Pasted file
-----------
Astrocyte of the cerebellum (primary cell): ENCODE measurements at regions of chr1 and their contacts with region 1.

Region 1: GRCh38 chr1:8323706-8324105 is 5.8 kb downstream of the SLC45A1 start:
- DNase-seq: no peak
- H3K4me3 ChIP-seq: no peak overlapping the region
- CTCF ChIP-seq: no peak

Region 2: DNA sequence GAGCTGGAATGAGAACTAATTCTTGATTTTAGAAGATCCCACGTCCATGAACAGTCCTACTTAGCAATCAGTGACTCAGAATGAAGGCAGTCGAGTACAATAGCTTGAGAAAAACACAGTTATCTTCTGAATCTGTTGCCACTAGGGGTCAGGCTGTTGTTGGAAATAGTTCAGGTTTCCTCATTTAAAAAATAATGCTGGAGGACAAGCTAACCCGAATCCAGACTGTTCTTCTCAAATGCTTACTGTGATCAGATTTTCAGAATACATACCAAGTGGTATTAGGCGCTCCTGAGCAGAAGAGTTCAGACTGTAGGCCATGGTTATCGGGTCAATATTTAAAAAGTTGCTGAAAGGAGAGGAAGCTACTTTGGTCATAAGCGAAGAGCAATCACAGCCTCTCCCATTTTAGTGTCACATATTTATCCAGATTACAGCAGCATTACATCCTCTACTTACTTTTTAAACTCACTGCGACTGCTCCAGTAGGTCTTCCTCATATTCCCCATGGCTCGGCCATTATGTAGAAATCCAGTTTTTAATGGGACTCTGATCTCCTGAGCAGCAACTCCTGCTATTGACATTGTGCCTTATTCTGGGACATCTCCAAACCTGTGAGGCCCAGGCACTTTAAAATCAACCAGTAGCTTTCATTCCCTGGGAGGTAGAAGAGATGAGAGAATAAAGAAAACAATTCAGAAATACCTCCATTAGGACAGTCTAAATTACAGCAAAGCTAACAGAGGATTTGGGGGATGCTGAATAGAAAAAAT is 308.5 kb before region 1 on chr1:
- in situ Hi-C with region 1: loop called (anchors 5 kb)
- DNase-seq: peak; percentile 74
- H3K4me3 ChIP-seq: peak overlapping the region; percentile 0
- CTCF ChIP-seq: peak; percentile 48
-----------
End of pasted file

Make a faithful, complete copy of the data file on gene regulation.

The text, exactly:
Astrocyte of the cerebellum (primary cell): ENCODE measurements at regions of chr1 and their contacts with region 1.

Region 1: GRCh38 chr1:8323706-8324105 is 5.8 kb downstream of the SLC45A1 start:
- DNase-seq: no peak
- H3K4me3 ChIP-seq: no peak overlapping the region
- CTCF ChIP-seq: no peak

Region 2: DNA sequence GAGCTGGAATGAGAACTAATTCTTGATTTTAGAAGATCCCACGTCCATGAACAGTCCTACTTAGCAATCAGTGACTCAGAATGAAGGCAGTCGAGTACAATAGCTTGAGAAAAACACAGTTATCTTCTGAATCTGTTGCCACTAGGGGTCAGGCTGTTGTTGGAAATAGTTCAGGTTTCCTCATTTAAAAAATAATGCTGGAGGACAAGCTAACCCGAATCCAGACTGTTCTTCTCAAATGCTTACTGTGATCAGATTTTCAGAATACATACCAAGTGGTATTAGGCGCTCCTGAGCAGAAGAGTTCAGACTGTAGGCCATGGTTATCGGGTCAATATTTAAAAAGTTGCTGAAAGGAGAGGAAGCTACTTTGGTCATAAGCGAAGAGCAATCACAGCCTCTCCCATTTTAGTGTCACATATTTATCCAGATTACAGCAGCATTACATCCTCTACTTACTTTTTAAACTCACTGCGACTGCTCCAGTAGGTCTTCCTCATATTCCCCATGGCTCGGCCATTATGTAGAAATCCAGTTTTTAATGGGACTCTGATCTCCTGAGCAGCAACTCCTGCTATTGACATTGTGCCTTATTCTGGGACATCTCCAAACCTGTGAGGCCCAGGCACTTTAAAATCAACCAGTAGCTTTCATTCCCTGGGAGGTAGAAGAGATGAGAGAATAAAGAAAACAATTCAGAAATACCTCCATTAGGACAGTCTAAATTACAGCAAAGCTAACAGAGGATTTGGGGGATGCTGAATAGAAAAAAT is 308.5 kb before region 1 on chr1:
- in situ Hi-C with region 1: loop called (anchors 5 kb)
- DNase-seq: peak; percentile 74
- H3K4me3 ChIP-seq: peak overlapping the region; percentile 0
- CTCF ChIP-seq: peak; percentile 48